Submitted manuscripts should not have been published previously, nor be under consideration for publication elsewhere (except conference proceedings papers). All manuscripts are thoroughly refereed through a single-blind peer-review process. A guide for authors and other relevant information for submission of manuscripts is available on the Instructions for Authors page. Energies is an international peer-reviewed open access semimonthly journal published by MDPI.

Please visit the Instructions for Authors page before submitting a manuscript. The Article Processing Charge (APC) for publication in this open access journal is 2200 CHF (Swiss Francs). Submitted papers should be well formatted and use good English. Authors may use MDPI's English editing service prior to publication or during author revisions.


  • life cycle impact assessment
  • midpoint modeling
  • endpoint modeling
  • socioeconomic impacts
  • LCA for energy systems

Published Papers (1 paper)

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Life Cycle Assessment of Residential Air Conditioners Considering the Benefits of Their Use: A Case Study in Indonesia
Energies 2021, 14(2), 447; https://doi.org/10.3390/en14020447 - 15 Jan 2021
Cited by 6 | Viewed by 1173
The global demand for air conditioners (ACs) has more than tripled since 1990, with 1.6 billion units currently in use. With the rapid economic and population growth of countries located in the hottest parts in the world, this trend is likely to continue [...] Read more.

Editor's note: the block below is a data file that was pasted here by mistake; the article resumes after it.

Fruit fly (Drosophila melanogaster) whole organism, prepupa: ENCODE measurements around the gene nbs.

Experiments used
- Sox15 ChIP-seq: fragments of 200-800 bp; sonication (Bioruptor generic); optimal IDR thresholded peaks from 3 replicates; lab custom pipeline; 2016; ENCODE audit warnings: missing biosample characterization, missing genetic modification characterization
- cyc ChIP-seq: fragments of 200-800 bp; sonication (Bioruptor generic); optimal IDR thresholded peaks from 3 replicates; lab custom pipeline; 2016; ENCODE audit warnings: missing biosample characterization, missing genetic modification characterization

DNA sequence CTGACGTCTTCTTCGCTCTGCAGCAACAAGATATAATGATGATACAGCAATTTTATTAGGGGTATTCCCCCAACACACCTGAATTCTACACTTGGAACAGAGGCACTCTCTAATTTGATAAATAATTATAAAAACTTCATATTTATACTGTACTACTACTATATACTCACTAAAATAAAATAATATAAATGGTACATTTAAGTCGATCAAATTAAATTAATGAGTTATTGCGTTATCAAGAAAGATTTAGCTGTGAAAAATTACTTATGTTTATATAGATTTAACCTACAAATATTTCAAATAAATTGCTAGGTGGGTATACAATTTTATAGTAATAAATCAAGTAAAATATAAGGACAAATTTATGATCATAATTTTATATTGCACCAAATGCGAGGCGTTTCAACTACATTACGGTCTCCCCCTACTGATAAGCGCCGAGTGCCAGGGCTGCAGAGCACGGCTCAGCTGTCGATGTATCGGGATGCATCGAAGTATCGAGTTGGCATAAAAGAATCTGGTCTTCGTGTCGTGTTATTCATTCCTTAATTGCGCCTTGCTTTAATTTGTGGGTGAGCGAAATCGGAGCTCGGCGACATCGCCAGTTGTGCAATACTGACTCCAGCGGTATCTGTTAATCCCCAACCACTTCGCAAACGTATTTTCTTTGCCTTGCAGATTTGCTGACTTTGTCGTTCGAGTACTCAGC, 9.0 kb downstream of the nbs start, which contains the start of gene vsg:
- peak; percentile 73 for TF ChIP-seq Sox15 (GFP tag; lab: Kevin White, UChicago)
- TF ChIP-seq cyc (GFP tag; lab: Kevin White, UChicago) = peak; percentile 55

The global demand for air conditioners (ACs) has more than tripled since 1990, with 1.6 billion units currently in use. With the rapid economic and population growth of countries located in the hottest parts in the world, this trend is likely to continue in the future. The aim of this study was to show the benefits of introducing air conditioners with different materials or different technologies such as inverters with high energy-saving performance on the environment and human health in Indonesia. To evaluate the environmental impacts of the different technologies, a cradle-to-grave life cycle assessment (LCA) of air conditioners was conducted using the life-cycle impact assessment method based on endpoint modeling (LIME3). As expected, the use stage has the largest global warming potential (GWP), representing more than 90% of the impact, whereas copper and nickel have the most important impact in terms of resource consumption (about 50%). We found that the impacts are heavily dependent on the country’s energy mix, but reduction can be achieved by introducing better technologies. The integration factors from LIME3 were then applied to estimate the external cost of each model; the results showed that the use stage also has the most influence. Even though the impact of climate change is important, air pollution impact must be seriously considered as its impact was found to be the highest (about 60% of the total impact). The external cost was finally compared to the possible benefits produced by the introduction of air conditioning technologies during their 10-year life cycle. We found that the impacts are twice that of the benefit for the best model (USD 2003 vs. 1064); however, the novelty of this study is that the benefit was also considered. In the future, developing countries should promote AC models with inverters, refrigerants with low global warming impact such as natural refrigerants, and encourage the recycling of units as soon as possible. The energy mix for electricity production is also a key parameter to consider. Full article